APOA5 genotype modulates 2-y changes in lipid profile in response to weight-loss diet intervention: the Pounds Lost Trial.
ABSTRACT The apolipoprotein A5 gene (APOA5) is a major gene that regulates lipid metabolism and is modulated by dietary factors. A novel variant rs964184 in APOA5 was identified to be associated with lipids in genome-wide association studies.
We examined whether this variant modified changes in lipid concentrations in response to a 2-y weight-loss diet intervention in a randomized trial.
The current analyses were secondary analyses of a data set from the Pounds Lost Trial. We genotyped APOA5 rs964184 in 734 overweight or obese adults who were randomly assigned to one of 4 diets that differed in percentages of energy derived from fat, protein, and carbohydrate for 2 y. We evaluated changes in fasting serum concentrations of total cholesterol (TC), LDL cholesterol, HDL cholesterol, and triglyceride from baseline to 2 y of follow-up.
After a 2-y dietary intervention, we showed significant interactions between the APOA5 rs964184 polymorphism and dietary fat intake (low compared with high) in the determination of changes in TC, LDL cholesterol, and HDL cholesterol (P-interaction = 0.007, 0.017, and 0.006, respectively). In the low-fat intake group (20% of energy derived from fat), carriers of the risk allele (G allele) exhibited greater reductions in TC and LDL cholesterol than did noncarriers (P = 0.036 and 0.039, respectively), whereas in the high-fat diet group (40% of energy derived from fat), participants with the G allele had a greater increase in HDL cholesterol than did participants without this allele (P = 0.038).
Our data showed better improvement in lipid profiles from long-term low-fat diet intake in the APOA5 rs964184 risk allele. The Pounds Lost Trial was registered at clinicaltrials.gov as NCT00072995.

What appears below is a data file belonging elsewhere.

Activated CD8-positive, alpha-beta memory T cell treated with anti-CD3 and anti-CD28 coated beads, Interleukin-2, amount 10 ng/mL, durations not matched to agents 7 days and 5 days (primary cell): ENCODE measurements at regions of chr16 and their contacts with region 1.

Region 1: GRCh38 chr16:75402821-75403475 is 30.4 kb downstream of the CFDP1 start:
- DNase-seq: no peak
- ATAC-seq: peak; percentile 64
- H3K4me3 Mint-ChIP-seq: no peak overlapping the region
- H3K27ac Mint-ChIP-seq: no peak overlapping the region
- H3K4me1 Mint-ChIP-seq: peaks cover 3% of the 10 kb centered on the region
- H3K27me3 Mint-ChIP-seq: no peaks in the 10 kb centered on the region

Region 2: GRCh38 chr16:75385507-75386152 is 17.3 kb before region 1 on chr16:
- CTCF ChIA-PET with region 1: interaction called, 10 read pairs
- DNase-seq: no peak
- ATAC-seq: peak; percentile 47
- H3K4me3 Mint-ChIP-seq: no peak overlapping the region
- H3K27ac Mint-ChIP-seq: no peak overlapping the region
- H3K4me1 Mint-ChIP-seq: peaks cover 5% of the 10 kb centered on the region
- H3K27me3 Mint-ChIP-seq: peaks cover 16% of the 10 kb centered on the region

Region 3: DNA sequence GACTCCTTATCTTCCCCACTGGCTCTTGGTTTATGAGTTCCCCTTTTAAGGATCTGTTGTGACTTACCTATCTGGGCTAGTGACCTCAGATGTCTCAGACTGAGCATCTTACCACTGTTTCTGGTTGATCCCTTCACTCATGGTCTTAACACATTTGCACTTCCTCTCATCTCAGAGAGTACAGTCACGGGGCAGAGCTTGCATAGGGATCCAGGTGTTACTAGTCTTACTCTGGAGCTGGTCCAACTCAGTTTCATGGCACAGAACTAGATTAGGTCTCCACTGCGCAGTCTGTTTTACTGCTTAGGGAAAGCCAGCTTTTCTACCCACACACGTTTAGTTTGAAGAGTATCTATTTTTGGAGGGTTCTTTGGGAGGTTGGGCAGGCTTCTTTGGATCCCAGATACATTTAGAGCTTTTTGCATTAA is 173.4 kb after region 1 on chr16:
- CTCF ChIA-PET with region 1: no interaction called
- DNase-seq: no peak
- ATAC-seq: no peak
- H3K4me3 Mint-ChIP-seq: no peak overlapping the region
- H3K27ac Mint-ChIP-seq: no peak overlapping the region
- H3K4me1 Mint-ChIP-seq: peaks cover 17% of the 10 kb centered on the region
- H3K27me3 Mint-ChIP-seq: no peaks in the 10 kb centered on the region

- Obesity 12/2014; · 4.39 Impact Factor
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ABSTRACT: Background Previous studies suggested that apolipoprotein A5 (ApoA5) genetic polymorphisms (SNPs) may result in lipid metabolism disorders. Therefore, genetic polymorphisms in ApoA5 may be associated with the occurrence of osteonecrosis of femoral head (ONFH).Methods We designed a case¿control study including 223 patients of osteonecrosis and 201 age- and sex-matched control subjects to analyze the association between ApoA5 polymorphisms and susceptibility of steroid-induced ONFH. We utilized polymerase chain reaction-restriction fragment length polymorphism (PCR-RFLP) method to genotype two SNPs (rs662799 and rs3135506) in ApoA5 gene.ResultsWe found both rs662799 and rs3135506 were associated with the risk of ONFH in codominant, dominant, and recessive model, respectively. Haplotype analyses suggested that T-C haplotype was associated with decreased risk of ONFH, whereas the haplotype C-C was significantly associated with an increased risk of ONFH.Conclusion Our study suggested that ApoA5 genetic polymorphisms were associated with susceptibility to ONFH in Chinese population. However, our results need further investigation with large sample size and various populations.Virtual SlidesThe virtual slide(s) for this article can be found here: http://www.diagnosticpathology.diagnomx.eu/vs/13000_2014_229.Diagnostic Pathology 12/2014; 9(1):229. · 2.41 Impact Factor
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ABSTRACT: In the study of longevity, increasing importance is being placed on the concept of healthy ageing rather than considering the total number of years lived. Although the concept of healthy lifespan needs to be defined better, we know that cardiovascular diseases (CVDs) are the main age-related diseases. Thus, controlling risk factors will contribute to reducing their incidence, leading to healthy lifespan. CVDs are complex diseases influenced by numerous genetic and environmental factors. Numerous gene variants that are associated with a greater or lesser risk of the different types of CVD and of intermediate phenotypes (i.e., hypercholesterolemia, hypertension, diabetes) have been successfully identified. However, despite the close link between ageing and CVD, studies analyzing the genes related to human longevity have not obtained consistent results and there has been little coincidence in the genes identified in both fields. The APOE gene stands out as an exception, given that it has been identified as being relevant in CVD and longevity. This review analyzes the genomic and epigenomic factors that may contribute to this, ranging from identifying longevity genes in model organisms to the importance of gene-diet interactions (outstanding among which is the case of the TCF7L2 gene).Ageing Research Reviews 11/2014; · 7.63 Impact Factor